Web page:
CSUS moves to semifinals

Throughout the 1988 football season, CSUS Head Coach Bob Mattos has repeated that it is important for the Hornets to improve each week.

However, it is going to be hard for Mattos to get a better effort than he got out of his players last Saturday in the second round of the NCAA Division II playoffs.

The Hornets did whatever they wanted to do on that chilly afternoon, pummeling North Carolina Central 56-7 to advance to the Final Four.

We are playing about as good as we can and at the right time,” said Mattos. “I think this is our best overall game of the year. It’s a great honor to be in the Final Four with teams like Texas A&I, North Dakota St. and Portland State.”

The victory gives the hornets their first 10-win season in school history. It also gives them the right to take on the undefeated North Dakota State Bison this Saturday in Fargo, N.D. The winner will advance to the championship game in Florence, Alabama on Dec. 10.

The Hornets got past the visiting Eagles in familiar fashion. It was similar to the way the Hornets rolled over Chico State, Humboldt State, and most recently, Cal Lutheran: by compiling big offensive numbers while holding their opponents to insignificant numbers.

Senior quarterback Troy Trosin continued his dream season, throwing for 250 yards and four touchdowns in the first half as the Hornets build a 35-0 lead. Wide receiver Ron Weaver was deadly, catching eight passes for 167 yards and three touchdowns.

The Hornet defense didn’t allow the Eagles to get off the ground. Earl Harvey, the Eagles quarterback and the Division II all-time leading passer, never got into his rhythm in the face of a hounding Hornet defense.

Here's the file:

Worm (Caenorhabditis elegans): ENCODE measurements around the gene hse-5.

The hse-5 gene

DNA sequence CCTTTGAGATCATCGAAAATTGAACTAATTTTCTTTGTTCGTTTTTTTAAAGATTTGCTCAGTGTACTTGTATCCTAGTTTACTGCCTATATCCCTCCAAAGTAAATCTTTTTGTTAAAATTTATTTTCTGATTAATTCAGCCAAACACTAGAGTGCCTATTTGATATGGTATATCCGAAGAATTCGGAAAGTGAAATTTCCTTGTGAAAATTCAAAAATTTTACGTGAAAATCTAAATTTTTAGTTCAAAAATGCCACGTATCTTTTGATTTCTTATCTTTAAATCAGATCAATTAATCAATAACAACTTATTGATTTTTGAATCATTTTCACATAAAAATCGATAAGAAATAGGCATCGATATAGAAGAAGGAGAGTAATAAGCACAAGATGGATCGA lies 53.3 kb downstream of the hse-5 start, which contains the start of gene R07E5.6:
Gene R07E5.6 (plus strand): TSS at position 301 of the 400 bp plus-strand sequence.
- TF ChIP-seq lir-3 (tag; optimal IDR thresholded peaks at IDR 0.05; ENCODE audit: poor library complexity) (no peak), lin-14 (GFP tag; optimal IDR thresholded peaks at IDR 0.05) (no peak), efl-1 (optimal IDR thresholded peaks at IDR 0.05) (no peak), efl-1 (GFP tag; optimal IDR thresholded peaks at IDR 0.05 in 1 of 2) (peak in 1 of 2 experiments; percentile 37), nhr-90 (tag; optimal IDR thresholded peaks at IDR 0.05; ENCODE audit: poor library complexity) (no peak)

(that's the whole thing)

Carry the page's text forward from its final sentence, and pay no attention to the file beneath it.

“The defensive line was tenacious” said Mattos. “(Ken) Stinnett, (Fine) Mau Mau, Junior Nua, and (Saia) Loketti did a great job of shutting them down.”

The Hornets set the tone both offensively and defensively early in the first quarter. On the fifth play from scrimmage Trosin hit Ron Weaver on the left sideline. Weaver broke a tackle and streaked to the endzone for a 55 yard touchdown and a quick 7-0 lead.

After the kickoff, on the Eagles’ first offensive play of the game, Mau Mau sacked Harvey for a 13-yard loss. The pressure continued throughout the game, forcing Harvey out of the pocket and out of passing position. Harvey was so often on the run that he rushed more times (20) than anyone in the game.

Symbolic of the Hornets domination was the fact that second-string fullback Robert Martinson was the games leading rusher, gaining 140 yards on 17 carries.

Perhaps the only disappointment of the game was that the Hornets sustained some injuries. Having been blessed with a minimal number of injuries during the season, their good health finally caught up with them.

Defensive end Ken Stinnett injured his left knee and two other starters, linebacker Derek Stigerts and offensive lineman Jerry McMahan also suffered injuries.